All machines need maintenance, even the world’s largest and most powerful particle accelerator. CERN's Large Hadron Collider received its first major upgrade last week when engineers installed a new pixel detector, which is designed to capture and read the paths of sub-atomic particles. The team, working 300 feet underground, had to perform delicate maintenance, which has been likened to "open heart surgery," on a machine that is 66 feet long and 50 feet in diameter. And you thought your job was difficult.
According to Darren Orf for Popular Mechanics: "Earlier this morning, CERN engineers swapped out the Pixel Tracker in the Compact Muon Solenoid, a general-purpose particle physics detector built on a part of the 17-mile-long machine. Located more than 300 feet below the ground, this new pixel detector 'will improve CMS's ability to measure precise properties of the Standard Model,' according to CERN. Because this piece of equipment is so central to the CMS, technicians have described the process of replacing the detector as a 'heart transplant.'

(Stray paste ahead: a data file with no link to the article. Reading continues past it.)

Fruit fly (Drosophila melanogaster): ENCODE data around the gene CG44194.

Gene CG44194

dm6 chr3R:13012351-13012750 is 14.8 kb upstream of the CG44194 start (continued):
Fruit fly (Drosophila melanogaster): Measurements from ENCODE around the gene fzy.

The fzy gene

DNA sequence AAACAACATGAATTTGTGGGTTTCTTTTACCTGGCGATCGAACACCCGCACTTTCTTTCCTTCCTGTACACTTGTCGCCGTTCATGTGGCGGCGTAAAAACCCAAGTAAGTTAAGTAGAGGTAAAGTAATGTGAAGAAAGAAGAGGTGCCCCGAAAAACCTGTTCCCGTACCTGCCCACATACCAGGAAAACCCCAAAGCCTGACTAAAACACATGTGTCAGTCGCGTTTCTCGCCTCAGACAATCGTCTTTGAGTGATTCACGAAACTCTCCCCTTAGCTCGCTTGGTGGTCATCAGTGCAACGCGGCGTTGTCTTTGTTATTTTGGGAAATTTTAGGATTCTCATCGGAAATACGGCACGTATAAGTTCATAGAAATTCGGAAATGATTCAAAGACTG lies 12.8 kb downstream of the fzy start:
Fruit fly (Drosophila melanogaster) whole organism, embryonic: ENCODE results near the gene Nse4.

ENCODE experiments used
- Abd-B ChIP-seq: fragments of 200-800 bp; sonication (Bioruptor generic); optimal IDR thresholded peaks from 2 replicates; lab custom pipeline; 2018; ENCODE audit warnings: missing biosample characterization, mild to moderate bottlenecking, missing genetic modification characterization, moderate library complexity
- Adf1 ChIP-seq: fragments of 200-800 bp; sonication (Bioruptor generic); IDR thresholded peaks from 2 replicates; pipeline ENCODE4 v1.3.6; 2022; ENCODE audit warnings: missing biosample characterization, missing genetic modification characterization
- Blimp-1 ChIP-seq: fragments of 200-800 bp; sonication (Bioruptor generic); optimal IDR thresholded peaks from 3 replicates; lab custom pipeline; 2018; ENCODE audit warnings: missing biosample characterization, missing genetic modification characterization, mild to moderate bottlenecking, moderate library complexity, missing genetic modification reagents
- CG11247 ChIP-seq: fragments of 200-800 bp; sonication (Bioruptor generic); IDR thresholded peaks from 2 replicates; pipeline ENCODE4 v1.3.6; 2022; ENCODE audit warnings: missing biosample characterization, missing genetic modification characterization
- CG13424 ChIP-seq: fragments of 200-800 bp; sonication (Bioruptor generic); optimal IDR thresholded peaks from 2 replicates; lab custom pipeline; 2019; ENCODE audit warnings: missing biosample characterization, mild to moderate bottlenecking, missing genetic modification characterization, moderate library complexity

The Pixel Tracker, which CERN has been working on for nearly five years, comes with 124 million sensors that can take pictures at 40 million times per second. Scientists then measure the position of the proton collisions to analyze what's happening and find more undiscovered particles. Needless to say, the stakes were high for a flawless installment operation."